That’s one side of the concept. Another one is to create a market place: bringing together an individual and a company. Until now we didn’t try to get the individual on the board or sing up yet, it just happened. People are hearing about us through quite a lot of press or media coverage.As an individual you can create a profile on Somewhere HQ. You can start showing the real you, as we say. We are reaching hundreds and hundreds people from all over the world.

Does Somewhere has a vision for the future?We exist to help people to become happier with their work. We're not making a joint vision statement, we think more personal. We want to help people to find a place where they can be really happy,  use all their talents, skills and experience. To make many contributions, so that when they open their eyes in the morning they can really look forward to the day.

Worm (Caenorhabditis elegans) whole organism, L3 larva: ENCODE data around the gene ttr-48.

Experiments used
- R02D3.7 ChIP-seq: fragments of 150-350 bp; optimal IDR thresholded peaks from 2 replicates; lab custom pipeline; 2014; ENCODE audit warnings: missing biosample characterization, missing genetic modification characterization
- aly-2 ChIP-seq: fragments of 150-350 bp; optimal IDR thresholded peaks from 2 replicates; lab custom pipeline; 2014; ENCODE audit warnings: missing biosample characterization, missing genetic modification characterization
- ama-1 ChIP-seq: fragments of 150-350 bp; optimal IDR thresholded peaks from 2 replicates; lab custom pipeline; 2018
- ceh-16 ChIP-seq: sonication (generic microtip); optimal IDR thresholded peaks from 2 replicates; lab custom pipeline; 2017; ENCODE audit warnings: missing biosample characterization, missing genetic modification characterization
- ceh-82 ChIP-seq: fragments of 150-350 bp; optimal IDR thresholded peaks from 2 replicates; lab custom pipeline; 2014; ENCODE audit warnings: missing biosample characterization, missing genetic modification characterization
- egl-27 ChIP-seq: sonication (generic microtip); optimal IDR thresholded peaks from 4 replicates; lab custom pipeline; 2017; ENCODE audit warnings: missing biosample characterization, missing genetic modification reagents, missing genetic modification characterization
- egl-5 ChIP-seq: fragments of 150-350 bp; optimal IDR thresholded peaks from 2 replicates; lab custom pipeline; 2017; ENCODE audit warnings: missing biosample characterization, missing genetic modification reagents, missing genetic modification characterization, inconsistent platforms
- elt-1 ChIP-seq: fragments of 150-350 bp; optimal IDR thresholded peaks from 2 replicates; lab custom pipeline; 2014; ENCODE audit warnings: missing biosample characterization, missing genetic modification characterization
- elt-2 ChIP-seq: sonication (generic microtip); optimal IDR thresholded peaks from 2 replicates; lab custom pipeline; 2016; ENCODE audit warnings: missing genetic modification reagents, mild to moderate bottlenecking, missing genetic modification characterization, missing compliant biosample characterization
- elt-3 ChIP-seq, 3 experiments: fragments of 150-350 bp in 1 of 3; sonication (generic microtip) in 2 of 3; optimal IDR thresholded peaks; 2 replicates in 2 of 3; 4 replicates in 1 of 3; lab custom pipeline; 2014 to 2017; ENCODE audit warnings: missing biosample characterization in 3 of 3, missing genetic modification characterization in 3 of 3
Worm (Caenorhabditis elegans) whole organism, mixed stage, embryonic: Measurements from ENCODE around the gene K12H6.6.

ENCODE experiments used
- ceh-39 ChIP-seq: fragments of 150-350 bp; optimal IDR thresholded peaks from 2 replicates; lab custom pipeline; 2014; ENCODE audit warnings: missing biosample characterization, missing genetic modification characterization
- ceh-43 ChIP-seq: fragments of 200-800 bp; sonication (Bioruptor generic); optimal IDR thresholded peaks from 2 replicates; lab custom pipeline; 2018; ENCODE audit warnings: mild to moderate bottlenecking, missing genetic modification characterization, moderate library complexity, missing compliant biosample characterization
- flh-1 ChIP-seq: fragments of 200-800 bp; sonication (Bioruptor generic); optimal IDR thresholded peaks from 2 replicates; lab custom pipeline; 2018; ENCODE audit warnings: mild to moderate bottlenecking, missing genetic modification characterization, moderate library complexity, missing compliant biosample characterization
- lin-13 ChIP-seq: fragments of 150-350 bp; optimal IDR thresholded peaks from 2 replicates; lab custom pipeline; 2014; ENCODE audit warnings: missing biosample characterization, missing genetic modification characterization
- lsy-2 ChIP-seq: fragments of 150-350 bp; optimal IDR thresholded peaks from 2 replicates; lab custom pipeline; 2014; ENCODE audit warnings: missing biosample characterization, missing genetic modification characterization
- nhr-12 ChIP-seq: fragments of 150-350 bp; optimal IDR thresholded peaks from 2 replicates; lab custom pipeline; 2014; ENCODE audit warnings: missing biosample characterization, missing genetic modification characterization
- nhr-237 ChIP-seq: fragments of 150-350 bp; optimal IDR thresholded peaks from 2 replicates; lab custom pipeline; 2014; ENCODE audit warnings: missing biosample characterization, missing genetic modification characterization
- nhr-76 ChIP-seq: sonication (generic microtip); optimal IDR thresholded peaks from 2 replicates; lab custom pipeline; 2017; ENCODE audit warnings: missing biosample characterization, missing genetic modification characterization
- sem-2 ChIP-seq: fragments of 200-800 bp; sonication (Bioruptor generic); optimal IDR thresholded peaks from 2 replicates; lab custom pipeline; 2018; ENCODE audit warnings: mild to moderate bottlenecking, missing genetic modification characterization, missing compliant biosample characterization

We still believe in place. The country where you should be is the most important question.The “place”, which includes the team, the people, the environment, the working atmosphere, values is really important. If you find a place somewhere where you really feel good, then the rest comes super easy.

Still wondering about a membership at betahaus? Click here and read more about it!

In addition to the betahaus locations, we've formed a close relationship with some of the world's best coworking spaces. With your betahaus membership, you can work from any of our partner spaces for 1 day per month.

Coworking Spaces in Europe

Republikken // Copenhagen, Denmark // Vesterbrogade 26, 1620 København V, Denmark